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English Law Research Guide

A guide to researching English law in the Tarlton Law Library.


The United Kingdom is a constitutional monarchy.  Unlike most modern democracies, the United Kingdom has no single document which comprises its Constitution.  Instead, the English constitution is largely made up of statutes, common law, and practice.  For this reason, it is often said that the UK has an "unwritten" constitution.  However, it is more accurate to say that the UK has an uncodified constitution.  English constitutional law concerns such issues as the role of the state and the protection of individual rights.  For further information on English constitutional law, see the books below.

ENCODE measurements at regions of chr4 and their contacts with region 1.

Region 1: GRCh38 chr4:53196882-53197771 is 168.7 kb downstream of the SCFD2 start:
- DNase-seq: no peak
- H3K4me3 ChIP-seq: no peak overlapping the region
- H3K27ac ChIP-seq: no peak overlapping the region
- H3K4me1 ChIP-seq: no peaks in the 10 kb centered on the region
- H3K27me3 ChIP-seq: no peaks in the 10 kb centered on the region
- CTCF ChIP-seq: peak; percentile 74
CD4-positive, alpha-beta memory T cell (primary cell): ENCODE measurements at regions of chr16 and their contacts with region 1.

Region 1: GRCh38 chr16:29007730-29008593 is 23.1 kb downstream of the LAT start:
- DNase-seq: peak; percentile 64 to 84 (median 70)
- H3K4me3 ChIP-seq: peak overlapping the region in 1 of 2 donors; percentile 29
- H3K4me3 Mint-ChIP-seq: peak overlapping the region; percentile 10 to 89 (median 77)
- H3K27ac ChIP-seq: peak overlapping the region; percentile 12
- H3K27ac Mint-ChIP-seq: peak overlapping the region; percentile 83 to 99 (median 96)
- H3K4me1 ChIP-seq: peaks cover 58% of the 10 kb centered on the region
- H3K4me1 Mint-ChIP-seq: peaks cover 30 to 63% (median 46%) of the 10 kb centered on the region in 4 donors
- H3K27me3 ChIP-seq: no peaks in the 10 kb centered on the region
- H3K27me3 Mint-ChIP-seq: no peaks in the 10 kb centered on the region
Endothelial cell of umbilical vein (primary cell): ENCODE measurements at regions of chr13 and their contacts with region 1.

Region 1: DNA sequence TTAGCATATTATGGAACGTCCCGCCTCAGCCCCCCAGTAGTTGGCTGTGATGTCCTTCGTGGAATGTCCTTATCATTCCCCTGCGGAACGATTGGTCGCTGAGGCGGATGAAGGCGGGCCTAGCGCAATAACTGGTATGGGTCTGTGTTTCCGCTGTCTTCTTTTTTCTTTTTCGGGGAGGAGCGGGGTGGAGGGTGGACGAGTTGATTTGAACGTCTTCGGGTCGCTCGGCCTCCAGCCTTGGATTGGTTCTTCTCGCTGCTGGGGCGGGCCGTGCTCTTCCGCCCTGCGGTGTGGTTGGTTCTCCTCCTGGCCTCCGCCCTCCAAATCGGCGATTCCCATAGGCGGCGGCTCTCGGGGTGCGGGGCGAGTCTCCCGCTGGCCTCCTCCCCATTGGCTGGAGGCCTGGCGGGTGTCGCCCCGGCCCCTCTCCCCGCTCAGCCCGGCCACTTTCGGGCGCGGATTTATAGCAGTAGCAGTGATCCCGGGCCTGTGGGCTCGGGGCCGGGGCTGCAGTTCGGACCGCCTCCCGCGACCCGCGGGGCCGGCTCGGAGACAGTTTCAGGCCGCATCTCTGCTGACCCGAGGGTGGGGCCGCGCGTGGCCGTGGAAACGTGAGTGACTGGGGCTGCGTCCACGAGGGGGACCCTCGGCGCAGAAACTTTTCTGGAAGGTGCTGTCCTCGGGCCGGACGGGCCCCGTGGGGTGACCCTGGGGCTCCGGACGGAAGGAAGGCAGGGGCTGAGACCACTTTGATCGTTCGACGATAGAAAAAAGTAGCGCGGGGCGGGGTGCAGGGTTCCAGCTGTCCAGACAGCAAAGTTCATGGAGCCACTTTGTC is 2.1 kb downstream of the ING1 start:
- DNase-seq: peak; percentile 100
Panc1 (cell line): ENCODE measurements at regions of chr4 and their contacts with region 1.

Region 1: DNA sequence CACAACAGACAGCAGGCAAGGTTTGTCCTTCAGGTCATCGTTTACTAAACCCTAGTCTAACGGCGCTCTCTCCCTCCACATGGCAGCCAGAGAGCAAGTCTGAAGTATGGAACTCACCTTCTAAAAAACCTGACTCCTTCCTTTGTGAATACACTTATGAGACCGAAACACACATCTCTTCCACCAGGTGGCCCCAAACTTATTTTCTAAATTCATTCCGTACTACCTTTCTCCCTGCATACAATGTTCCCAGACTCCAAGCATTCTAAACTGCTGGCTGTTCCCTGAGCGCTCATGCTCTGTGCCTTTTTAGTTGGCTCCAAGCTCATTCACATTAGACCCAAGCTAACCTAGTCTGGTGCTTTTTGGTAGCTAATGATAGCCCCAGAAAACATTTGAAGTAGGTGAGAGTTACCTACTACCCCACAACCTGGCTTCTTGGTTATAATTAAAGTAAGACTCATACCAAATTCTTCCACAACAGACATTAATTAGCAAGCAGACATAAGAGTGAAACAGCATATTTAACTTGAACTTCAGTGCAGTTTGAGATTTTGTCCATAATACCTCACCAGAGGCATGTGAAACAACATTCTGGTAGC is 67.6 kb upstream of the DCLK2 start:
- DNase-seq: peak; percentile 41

Key Documents and Constitutional Powers of the Monarch

There are a number of key documents which, together, form the basis of UK constitutional law.  They are:

  • Acts of Parliament
  • Treaties
  • European Union Law
  • Common Law
  • Conventions
  • Royal Prerogative
  • Works of authority

The monarch also retains several key constitutional powers.  They are:

  • The power to appoint the Prime Minister
  • The power to dissolve Parliament
  • The power to dismiss the Government
  • The power to withhold royal assent to legislation passed by the Houses of Parliament